For most of my life I have been shy and socially anxious. I admit, I still am, although I have learned quite a bit about my fears and quirks and I know that I am not alone in having these problems. Shyness and social anxiety used to hold me back from doing things I really wanted to do – and I used to make excuses for myself, like, “I can’t join that club because I’m shy. I’ll sit there quiet and have nothing to contribute to the conversation” or “I’m not going to make that phone call because the words won’t come out of my mouth right and I’ll end up sounding like a fool.”
Lately I’ve stopped making excuses and using my shyness as a crutch. I’ve learned that the only way to defeat shyness/social anxiety is to power through it. Ignore it. Pretend it isn’t there. Learn about it. Read about it. There are others who feel the same way you do. You’re not alone. If you’re feeling like you can’t do something or you shouldn’t do something because you’re shy, then that’s usually a good sign that you ought to do it anyway.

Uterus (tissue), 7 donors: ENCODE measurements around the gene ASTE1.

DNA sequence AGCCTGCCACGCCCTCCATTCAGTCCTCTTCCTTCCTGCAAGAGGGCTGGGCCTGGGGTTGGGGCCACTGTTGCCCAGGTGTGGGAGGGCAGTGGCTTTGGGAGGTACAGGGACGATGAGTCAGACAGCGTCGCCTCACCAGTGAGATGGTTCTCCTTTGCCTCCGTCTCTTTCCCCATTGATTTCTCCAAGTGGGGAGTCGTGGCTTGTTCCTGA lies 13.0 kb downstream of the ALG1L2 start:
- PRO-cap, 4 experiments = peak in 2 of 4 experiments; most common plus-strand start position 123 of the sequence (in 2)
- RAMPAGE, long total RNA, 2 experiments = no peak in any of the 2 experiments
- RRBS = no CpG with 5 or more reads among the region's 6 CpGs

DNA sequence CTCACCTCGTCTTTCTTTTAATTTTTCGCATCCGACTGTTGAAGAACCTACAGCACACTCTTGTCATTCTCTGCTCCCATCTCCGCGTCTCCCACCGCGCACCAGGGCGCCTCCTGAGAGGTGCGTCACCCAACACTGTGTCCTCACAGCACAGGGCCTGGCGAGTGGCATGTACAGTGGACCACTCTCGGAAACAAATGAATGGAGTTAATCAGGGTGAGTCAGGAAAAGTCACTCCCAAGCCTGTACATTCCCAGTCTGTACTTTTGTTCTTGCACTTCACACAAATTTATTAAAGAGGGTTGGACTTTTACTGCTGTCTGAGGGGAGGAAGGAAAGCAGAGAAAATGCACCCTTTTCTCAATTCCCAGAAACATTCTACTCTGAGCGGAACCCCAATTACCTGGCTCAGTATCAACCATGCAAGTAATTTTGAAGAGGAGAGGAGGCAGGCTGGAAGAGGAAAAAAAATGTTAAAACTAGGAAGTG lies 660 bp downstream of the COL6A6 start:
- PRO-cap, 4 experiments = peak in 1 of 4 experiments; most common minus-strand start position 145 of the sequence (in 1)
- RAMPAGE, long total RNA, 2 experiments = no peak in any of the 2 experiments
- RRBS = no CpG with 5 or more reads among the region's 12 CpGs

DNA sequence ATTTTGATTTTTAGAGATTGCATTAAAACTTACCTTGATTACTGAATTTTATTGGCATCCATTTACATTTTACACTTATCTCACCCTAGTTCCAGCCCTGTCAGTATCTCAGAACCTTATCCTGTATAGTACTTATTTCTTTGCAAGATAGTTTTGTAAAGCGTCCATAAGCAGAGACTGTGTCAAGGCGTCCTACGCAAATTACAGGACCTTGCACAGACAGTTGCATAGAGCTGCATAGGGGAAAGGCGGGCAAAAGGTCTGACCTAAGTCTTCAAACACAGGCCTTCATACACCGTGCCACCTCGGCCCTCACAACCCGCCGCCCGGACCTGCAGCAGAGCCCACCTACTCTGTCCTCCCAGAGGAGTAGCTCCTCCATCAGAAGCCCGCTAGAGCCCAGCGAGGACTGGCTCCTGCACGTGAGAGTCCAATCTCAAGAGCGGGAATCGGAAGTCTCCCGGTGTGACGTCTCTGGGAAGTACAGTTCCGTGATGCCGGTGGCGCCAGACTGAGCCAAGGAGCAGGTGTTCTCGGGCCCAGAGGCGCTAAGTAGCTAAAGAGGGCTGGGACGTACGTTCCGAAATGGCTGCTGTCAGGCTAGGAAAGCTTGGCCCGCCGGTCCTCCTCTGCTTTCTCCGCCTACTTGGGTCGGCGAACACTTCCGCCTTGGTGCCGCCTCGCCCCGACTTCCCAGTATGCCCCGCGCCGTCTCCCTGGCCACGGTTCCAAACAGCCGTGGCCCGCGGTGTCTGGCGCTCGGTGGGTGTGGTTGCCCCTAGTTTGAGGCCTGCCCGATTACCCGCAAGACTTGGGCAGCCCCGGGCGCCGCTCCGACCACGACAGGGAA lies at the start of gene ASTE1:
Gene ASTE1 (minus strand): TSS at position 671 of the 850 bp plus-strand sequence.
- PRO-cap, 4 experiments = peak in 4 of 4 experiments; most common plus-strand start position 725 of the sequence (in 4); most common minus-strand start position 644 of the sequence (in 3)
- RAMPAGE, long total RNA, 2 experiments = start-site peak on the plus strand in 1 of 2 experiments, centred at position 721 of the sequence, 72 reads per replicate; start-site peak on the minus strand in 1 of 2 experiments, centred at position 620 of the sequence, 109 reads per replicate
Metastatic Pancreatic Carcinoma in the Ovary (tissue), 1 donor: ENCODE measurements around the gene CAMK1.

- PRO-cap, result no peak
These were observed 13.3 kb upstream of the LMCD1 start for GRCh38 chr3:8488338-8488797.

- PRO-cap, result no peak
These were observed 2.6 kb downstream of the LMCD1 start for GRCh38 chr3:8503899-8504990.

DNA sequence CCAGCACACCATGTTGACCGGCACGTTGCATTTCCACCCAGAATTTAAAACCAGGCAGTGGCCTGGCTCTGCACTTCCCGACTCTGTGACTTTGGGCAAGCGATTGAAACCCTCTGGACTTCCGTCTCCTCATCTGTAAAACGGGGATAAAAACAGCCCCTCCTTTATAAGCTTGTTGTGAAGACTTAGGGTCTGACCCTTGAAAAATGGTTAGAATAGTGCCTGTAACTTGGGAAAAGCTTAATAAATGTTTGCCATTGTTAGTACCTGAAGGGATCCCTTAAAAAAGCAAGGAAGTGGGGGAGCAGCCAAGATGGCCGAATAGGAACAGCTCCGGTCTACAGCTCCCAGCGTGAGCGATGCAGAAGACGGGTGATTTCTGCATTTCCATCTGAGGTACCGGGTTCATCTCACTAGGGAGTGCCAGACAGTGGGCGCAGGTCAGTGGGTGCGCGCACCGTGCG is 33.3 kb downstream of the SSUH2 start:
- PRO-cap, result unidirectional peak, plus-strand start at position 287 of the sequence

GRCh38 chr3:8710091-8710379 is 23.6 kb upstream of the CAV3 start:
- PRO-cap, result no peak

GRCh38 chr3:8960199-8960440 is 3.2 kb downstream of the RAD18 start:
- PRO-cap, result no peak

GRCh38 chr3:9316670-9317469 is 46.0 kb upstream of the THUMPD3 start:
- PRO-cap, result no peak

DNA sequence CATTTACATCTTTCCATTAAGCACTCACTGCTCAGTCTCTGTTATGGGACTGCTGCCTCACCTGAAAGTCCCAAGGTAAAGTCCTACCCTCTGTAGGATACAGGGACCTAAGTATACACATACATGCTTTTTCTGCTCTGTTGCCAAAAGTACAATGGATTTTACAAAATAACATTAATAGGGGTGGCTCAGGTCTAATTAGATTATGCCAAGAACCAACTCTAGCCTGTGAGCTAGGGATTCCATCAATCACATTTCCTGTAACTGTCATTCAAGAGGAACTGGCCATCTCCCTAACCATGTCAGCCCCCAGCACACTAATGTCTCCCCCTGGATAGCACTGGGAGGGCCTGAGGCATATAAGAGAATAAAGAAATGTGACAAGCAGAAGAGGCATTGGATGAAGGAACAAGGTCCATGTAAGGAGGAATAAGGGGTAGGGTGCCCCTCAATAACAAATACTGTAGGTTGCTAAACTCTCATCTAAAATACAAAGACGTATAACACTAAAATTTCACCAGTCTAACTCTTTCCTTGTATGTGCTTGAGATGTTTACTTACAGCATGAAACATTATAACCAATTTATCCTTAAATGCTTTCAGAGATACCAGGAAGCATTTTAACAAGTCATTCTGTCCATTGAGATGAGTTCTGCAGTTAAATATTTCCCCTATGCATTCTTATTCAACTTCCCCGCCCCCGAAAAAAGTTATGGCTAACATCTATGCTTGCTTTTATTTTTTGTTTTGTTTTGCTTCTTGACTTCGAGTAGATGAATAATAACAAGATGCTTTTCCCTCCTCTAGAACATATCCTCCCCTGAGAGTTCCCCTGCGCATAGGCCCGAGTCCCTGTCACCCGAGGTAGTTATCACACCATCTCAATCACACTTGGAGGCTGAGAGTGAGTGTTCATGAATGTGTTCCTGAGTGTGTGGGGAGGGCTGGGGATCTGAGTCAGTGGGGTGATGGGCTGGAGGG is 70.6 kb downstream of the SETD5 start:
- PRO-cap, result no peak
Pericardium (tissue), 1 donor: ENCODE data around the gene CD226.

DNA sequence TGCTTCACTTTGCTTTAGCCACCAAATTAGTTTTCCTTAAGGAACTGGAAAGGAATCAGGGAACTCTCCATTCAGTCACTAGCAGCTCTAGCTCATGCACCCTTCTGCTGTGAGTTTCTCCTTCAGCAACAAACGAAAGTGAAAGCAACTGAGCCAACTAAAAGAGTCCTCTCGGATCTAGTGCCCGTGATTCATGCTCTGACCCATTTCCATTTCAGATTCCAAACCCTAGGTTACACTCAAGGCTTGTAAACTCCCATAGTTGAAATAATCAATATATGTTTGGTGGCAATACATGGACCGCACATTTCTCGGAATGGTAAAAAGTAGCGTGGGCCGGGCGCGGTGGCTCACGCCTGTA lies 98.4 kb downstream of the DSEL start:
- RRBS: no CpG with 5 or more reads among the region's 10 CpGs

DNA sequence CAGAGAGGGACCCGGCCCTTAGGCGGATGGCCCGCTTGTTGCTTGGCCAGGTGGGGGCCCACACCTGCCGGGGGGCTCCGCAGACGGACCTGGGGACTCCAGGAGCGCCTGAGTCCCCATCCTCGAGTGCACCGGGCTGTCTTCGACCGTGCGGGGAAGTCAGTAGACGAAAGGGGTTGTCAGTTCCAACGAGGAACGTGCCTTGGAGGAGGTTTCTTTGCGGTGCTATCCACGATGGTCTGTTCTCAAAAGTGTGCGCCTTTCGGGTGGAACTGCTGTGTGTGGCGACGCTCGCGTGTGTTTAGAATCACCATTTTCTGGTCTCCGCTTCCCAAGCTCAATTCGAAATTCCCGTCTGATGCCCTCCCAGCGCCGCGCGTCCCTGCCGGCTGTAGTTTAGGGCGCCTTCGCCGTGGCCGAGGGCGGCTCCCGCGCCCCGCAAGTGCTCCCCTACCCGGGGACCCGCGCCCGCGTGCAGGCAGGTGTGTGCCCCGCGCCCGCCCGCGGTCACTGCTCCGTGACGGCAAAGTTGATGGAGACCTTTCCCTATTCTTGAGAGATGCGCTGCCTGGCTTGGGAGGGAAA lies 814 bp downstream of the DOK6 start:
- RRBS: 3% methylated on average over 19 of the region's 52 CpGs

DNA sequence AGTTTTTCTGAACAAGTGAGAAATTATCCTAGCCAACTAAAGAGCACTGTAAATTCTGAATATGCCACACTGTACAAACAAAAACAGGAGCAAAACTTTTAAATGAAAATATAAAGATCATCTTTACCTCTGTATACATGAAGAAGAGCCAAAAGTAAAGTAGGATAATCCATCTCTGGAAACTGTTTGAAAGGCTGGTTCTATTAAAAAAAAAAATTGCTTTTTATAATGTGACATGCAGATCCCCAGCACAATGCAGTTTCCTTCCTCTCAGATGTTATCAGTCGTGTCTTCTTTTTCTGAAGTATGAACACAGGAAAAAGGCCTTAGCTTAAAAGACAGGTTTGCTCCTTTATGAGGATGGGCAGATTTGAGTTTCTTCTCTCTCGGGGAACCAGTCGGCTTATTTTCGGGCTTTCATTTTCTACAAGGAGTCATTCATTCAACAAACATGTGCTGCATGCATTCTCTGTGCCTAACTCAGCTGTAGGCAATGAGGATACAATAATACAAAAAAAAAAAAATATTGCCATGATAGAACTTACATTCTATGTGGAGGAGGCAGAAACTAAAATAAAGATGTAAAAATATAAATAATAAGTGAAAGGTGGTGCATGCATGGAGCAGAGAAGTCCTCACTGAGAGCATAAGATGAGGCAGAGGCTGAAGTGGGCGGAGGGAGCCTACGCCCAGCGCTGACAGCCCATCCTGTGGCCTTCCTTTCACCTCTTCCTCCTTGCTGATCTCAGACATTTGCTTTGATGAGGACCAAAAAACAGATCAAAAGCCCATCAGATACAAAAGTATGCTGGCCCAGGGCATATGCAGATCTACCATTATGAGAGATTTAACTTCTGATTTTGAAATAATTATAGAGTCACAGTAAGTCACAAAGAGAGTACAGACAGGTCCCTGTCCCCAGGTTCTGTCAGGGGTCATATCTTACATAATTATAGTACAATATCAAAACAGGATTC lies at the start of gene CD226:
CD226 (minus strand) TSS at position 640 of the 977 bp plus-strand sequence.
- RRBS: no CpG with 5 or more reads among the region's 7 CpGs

When I was a kid, I thought that when I turned 18 or 21, I’d become an “adult” and all my shyness would simply melt away. Alas, that never happened. I thought it was a permanent flaw in my personality that I was that way – almost like it was a kind of mental handicap. But now I refuse to limit myself because of it. If I have to make a phone call, I make it, even though I’m anxious that I’ll sound like an idiot. I have to tell myself that nobody really cares all that much about how I sound or look or act. People, by and large, are primarily concerned with themselves. Nobody’s going to remember all the times you thought you acted awkward or shy.
Basically, shyness and social anxiety are issues that have to be continually worked on. That’s the only way they can ever disappear (or lessen in intensity). There’s no magic pill that will destroy them and there won’t be a magical day when you wake up and discover that they’ve disappeared. Like most worthwhile things in life, destroying your own inhibitions takes a lot of time, effort, and perseverance. So don’t make excuses. Don’t use those things as a crutch. Use them as an excuse to make yourself a stronger person.